Professional Guided Hypnosis, Self Help, Health
Issues, Personal Development, Self Improvement:
hundreds of specific areas to help you right now ... Certified Hypnosis Downloads
for Self Help Users as well as Hypnosis Scripts / Hypnosis MP3s for Practitioners & Trainees ... CLICK HERE
Diabetes Health News and Research ...
Low levels of vitamin D are known to nearly double the risk of cardiovascular disease in patients with diabetes.
Researchers at Washington University School of Medicine in St. Louis have found that diabetics deficient in vitamin D can't process cholesterol normally, so it builds up in their blood vessels, increasing the risk of heart attack and stroke. The new research has identified a mechanism linking low vitamin D levels to heart disease risk and may lead to ways to fix the problem, simply by increasing levels of vitamin D.
"Vitamin D inhibits the uptake of cholesterol by cells called macrophages," says principal investigator Carlos Bernal-Mizrachi, M.D., a Washington University endocrinologist at Barnes-Jewish Hospital. "When people are deficient in vitamin D, the macrophage cells eat more cholesterol, and they can't get rid of it. The macrophages get clogged with cholesterol and become what scientists call foam cells, which are one of the earliest markers of atherosclerosis."
"Cholesterol is transported through the blood attached to lipoproteins such as LDL, the 'bad' cholesterol," Bernal-Mizrachi explains. "As it is stimulated by oxygen radicals in the vessel wall, LDL becomes oxidated, and macrophages eat it uncontrollably. LDL cholesterol then clogs the macrophages, and that's how atherosclerosis begins."
That process becomes accelerated when a person is deficient in vitamin D. And people with type 2 diabetes are very likely to have this deficiency. Worldwide, approximately one billion people have insufficient vitamin D levels, and in women with type 2 diabetes, the likelihood of low vitamin D is about a third higher than in women of the same age who don't have diabetes.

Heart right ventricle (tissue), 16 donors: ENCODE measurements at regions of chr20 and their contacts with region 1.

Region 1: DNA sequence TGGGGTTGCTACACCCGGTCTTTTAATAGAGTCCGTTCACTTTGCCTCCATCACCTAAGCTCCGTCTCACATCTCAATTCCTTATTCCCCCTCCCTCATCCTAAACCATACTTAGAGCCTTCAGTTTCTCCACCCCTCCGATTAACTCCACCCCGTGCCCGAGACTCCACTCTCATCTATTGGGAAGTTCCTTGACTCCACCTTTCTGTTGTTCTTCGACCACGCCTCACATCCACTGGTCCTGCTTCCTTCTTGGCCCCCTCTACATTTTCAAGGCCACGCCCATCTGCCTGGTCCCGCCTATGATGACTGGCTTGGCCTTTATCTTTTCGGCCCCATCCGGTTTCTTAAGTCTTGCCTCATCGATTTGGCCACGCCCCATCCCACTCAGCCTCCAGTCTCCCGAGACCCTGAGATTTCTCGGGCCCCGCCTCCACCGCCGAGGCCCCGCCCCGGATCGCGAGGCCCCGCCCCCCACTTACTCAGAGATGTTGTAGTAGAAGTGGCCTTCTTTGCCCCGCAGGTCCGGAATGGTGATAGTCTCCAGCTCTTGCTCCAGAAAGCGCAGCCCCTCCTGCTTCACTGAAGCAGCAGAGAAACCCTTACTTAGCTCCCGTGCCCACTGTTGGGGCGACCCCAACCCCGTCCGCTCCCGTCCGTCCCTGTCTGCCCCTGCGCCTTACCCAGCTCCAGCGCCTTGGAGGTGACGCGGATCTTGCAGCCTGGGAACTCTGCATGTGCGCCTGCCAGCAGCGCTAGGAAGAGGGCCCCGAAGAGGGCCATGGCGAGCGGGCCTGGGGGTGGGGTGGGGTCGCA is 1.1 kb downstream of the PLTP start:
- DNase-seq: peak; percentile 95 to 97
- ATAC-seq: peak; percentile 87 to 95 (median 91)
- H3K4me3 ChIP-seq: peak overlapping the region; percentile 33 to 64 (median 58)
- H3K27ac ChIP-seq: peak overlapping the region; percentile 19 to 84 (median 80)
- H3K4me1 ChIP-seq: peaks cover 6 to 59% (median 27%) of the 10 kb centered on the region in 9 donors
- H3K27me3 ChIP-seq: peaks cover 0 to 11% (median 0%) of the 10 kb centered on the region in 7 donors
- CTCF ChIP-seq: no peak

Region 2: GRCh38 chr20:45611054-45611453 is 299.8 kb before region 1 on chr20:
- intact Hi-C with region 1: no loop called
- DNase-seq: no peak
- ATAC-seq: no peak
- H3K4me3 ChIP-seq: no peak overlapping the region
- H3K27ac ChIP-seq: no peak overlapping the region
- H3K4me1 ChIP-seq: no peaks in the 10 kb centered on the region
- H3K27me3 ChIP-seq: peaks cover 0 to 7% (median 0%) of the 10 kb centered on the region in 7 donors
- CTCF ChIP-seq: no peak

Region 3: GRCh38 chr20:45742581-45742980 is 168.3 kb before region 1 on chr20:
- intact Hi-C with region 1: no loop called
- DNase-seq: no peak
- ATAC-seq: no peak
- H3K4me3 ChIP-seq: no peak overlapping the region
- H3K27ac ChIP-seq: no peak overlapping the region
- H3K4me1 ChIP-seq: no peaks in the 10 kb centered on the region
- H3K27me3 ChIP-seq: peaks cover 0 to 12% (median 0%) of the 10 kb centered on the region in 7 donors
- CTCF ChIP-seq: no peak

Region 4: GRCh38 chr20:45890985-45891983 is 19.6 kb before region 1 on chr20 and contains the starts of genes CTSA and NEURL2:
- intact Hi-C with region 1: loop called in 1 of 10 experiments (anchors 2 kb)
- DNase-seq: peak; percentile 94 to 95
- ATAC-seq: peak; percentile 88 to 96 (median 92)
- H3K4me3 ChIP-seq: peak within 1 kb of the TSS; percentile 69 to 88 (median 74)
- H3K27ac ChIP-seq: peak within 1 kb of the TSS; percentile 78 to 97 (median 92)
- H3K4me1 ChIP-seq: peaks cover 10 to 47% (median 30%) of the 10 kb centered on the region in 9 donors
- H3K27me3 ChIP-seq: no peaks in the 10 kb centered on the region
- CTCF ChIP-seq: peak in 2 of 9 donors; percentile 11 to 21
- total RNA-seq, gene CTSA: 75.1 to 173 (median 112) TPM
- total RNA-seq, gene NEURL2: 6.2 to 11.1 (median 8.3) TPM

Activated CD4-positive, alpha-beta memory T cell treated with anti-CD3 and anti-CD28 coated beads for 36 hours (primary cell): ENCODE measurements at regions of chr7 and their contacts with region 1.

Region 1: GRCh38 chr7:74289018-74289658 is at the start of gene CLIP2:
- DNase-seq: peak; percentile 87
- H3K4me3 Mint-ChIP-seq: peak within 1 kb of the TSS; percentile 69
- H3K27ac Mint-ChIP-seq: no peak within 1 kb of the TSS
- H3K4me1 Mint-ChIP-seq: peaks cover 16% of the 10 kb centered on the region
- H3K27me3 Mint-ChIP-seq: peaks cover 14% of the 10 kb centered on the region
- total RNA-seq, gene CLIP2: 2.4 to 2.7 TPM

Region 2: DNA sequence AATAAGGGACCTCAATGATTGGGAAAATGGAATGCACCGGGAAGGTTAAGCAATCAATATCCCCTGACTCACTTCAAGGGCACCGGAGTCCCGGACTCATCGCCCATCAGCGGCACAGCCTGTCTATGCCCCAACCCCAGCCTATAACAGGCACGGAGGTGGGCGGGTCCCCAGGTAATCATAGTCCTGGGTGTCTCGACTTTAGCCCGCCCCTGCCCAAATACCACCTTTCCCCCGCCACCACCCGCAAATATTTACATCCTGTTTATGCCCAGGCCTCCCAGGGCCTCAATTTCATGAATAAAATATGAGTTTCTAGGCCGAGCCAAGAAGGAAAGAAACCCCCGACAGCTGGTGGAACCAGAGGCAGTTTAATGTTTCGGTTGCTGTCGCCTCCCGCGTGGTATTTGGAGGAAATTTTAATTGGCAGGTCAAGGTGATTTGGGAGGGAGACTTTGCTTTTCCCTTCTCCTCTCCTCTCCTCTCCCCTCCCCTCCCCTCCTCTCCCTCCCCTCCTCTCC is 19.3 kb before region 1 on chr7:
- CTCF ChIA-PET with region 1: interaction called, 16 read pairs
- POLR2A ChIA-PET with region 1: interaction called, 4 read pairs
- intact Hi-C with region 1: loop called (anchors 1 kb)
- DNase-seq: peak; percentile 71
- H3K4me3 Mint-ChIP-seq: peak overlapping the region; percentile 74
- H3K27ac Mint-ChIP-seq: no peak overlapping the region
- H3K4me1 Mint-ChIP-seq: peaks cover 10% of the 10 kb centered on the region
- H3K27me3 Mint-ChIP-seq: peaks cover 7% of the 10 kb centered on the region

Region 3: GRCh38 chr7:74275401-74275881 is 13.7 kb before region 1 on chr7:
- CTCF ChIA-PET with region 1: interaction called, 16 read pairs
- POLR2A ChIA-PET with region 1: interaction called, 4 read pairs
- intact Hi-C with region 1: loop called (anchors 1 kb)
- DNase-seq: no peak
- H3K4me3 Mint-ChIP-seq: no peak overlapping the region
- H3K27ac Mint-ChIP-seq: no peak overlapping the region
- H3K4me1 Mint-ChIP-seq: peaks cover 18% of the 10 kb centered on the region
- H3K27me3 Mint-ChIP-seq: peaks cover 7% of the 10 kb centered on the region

The skin manufactures vitamin D in response to ultraviolet light exposure. But in much of the United States, people don't make enough vitamin D during the winter — when the sun's rays are weaker and more time is spent indoors.
"There is debate about whether any amount of sun exposure is safe, so oral vitamin D supplements may work best," he says, "but perhaps if people were exposed to sunlight only for a few minutes at a time, that may be an option, too."
Oh J, Weng S, Felton SK, Bhandare S, Riek A, Butler B, Proctor BM, Petty M, Chen Z, Schechtman KB, Bernal-Mizrach L, Bernal-Mizrachi C. 1,25 (OH) vitamin D inhibits foam cell formation and suppresses macrophage cholesterol uptake in patients with type 2 diabetes mellitus. Circulation, vol. 120(8);pp. 687-698. Aug. 25. 2009.
Washington University School of Medicine 08 09
Also of Interest
therapies are offered in conjunction with our fellow
professionals. Where beneficial to you, we may suggest
a “combo” program, combining all or some of the therapies
KK © All rights reserved 2009
Also of interest
REIKI FAQS - Questions and Answers, Reiki Clinic, Reiki Training, Reiki Courses
© All rights reserved - you may link to this page Disclaimer